World Rugby

World Rugby rules discriminate against Pacific players - Impey

Speaking to First Up, Impey shared his frustrations at what he said was unfair treatment of Pacific nations at the Rugby World Cup in Japan.

He took particular issue with the eligibility rules for tier two nations.

"I think the gap has got wider between tier one and tier two [nations]. I think World Rugby has got a lot to answer for in this space.

In particular I believe there should be eligibility rules which allow players who've played for tier one countries, such as the All Blacks, to go back after say a year and play for their countries of origin.

World Rugby issues warning on high tackles

Rolland delivered the caution of the tournament start on Friday, telling teams that the number of sin bins and send-offs would be determined by players, rather than officials.

England coach Eddie Jones has been outspoken on the topic, describing as “ridiculous” the red card shown to All Blacks lock Scott Barrett for a dangerous tackle on Wallabies skipper Michael Hooper last month in Perth.

Australian Jones said the sending off “lacked common sense” and was inconsistent with how other similar incidents had been handled this year.

World Rugby claims its multi-million investment has transformed Pacific Islands rugby

Fiji will play Tonga and Samoa face a New Zealand Heartland XV at Eden Park two years after the initial Pasifika Challenge saw Samoa take on New Zealand and Tonga play Wales at the same venue in 2017.

Ahead of this latest New Zealand celebration of Islands rugby, World Rugby has highlighted how it partnered with the three unions in a four-year high-performance support programme where direct and indirect support from the game’s governing global body is expected to reach £20 million from 2016-19.

Former All Blacks halfback Bruce Deans succumbs to cancer, aged 58

Deans, a halfback who played 10 tests between 1987 and 1989, is understood to have lost his battle with cancer on late Thursday.

A tough halfback who represented Canterbury during its famous Ranfurly Shield reign between 1982-85, Deans was respected for his uncompromising attitude and work-rate around the field.

Although a member of the All Blacks squad that won the inaugural World Cup tournament that was held in New Zealand and Australia in 1987, Deans was unable to get a start ahead of captain David Kirk in any games.

Jones takes aim at World Rugby

England ended Grand Slam winners Wales' run of 14 consecutive victories with a 33-19 triumph at Twickenham on Sunday.

Tries from Billy Vunipola, Joe Cokanasiga and Luke Cowan-Dickie and a perfect kicking display from stand-in captain George Ford prevented a strong Wales side from replacing New Zealand at the top of the rankings.

It was events in Perth a day earlier that Jones was more keen to discuss, taking aim at the governing body for Jerome Garces' dismissal of All Black Barrett.

World Rugby to trial new tackle laws

The six law trials follow a comprehensive evaluation by the expert Law Review Group which concluded that 50 percent of injuries and 76 percent of concussions occurred in tackles.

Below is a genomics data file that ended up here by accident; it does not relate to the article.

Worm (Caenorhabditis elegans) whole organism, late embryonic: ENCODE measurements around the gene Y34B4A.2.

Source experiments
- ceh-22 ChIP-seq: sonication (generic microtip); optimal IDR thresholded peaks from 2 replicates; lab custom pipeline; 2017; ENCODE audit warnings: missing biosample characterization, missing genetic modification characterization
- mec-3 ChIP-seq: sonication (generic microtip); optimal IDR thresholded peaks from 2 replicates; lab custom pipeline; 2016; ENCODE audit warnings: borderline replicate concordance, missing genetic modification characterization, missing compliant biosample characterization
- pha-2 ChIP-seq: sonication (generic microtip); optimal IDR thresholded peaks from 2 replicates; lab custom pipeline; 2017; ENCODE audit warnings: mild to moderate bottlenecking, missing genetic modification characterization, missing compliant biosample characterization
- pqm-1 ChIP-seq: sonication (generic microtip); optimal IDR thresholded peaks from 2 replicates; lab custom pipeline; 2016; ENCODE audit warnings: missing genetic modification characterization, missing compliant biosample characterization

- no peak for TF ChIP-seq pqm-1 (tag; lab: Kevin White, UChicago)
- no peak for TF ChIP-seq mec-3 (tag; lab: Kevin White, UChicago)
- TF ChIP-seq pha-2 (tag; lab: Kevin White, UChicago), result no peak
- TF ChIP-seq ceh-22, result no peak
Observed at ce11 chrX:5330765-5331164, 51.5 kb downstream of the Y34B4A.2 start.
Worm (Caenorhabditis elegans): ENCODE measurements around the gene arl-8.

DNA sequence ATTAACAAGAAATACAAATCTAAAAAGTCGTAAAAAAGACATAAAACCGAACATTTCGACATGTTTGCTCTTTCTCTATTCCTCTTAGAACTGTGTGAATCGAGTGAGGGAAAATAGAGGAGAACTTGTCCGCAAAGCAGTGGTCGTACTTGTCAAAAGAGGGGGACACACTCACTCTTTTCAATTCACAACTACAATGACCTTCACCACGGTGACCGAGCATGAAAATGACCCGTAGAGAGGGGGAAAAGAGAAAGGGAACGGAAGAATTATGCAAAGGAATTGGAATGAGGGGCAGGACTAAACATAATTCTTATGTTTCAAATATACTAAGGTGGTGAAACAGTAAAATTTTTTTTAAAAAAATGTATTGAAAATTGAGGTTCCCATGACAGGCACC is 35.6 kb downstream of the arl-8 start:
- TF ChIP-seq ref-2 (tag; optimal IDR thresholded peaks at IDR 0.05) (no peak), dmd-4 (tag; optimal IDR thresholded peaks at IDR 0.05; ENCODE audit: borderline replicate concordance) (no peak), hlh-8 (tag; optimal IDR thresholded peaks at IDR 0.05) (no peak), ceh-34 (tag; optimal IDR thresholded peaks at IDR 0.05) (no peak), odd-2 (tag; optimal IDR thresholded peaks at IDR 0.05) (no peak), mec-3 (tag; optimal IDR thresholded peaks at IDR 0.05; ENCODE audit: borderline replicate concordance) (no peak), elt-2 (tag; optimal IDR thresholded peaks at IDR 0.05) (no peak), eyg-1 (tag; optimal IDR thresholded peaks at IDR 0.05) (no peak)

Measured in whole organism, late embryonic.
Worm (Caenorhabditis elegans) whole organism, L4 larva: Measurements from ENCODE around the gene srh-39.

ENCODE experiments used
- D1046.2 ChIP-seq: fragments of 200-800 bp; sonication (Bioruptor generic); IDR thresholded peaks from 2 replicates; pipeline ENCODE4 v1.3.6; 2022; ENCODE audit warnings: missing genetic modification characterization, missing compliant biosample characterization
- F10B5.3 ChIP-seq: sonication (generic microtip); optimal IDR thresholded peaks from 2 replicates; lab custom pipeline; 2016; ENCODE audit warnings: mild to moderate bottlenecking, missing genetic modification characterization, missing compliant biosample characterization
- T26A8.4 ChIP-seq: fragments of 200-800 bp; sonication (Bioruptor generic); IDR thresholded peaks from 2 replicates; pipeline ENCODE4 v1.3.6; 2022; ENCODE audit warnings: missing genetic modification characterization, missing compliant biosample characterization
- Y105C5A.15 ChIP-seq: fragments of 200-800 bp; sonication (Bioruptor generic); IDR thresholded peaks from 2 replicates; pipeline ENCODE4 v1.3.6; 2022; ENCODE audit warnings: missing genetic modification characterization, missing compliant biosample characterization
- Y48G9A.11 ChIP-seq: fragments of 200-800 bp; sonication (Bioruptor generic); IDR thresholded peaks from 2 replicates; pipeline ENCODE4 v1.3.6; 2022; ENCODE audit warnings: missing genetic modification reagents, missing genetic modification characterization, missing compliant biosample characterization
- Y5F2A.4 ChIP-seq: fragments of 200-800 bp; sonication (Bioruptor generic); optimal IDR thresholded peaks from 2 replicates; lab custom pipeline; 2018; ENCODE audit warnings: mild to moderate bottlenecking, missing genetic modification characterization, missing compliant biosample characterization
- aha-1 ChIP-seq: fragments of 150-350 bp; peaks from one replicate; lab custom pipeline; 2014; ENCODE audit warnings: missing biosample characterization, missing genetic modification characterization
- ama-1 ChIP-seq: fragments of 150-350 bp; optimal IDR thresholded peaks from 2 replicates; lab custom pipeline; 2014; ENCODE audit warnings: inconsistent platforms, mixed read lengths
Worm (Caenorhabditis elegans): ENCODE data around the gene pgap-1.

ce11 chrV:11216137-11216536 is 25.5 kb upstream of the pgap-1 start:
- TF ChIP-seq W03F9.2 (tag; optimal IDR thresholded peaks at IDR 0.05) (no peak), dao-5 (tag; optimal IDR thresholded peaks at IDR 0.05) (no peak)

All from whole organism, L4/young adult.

Depending on the success of the trials some of the new rules could be in place by the 2023 World Cup.

One of the closed trials will be to reduce tackle height to the waist in a bid to reduce head injuries.

The others are

'I don't want this feeling to ever end' - Dan Carter doco reveals pressure and joy he felt as player

Dan Carter: A Perfect 10 promises to show a side of former All Black Dan Carter, which has "never been seen before."

The new all-access doco, which releases this month also reveals the highs and lows of success, with Carter's wife, Honor revealing "the fame has been quite hard."

The film tracks Dan Carter's career and journey from rural New Zealand to becoming what some say is the greatest number 10 of all time, and has Carter saying "I don't want this feeling to ever end."

World Rugby shelves Nations Championship plans

Rugby union chiefs wanted to launch a new cross-hemisphere Nations Championship from 2022, in which the first and second-placed sides of Europe's Six Nations would face off against the two countries at top of an expanded, six-team southern hemisphere Rugby Championship in end of year semi-finals and subsequent final.

The proposals were backed by a record commercial partnership worth nearly £5 billion ($6.6 billion) of investment.

$10 billion dollar carrot for new competition

The games powerbrokers have met in Dublin with World Rugby tweaking their initial proposal, removing a semi-final meaning most teams would play just 11 matches.

The Nations Championship, which would start from 2022, would involve 2 conferences based on the Six Nations and Rugby Championship with the two top teams meeting in the final.

They still want promotion-relegation although the Six Nations remains a major stumbling block.

World Rugby CEO Brett Gosper says they have an almost 10 billion dollar offer to back the proposal.

Georgia Rugby pleads for a spot in expansion plans

Among them, Georgia.

With a billionaire backer and a Kiwi coach, European rugby's potential sleeping giants want to make their mark.

The powerhouse Georgian pack recently helped England prepare for their Six Nations opener against Ireland, but they hope that's not the closest they get to competing in European rugby's premier international competition.

Georgia want to play against the game's heavyweights and winning the 'most improved' award is no longer an option, according to coach Milton Haig.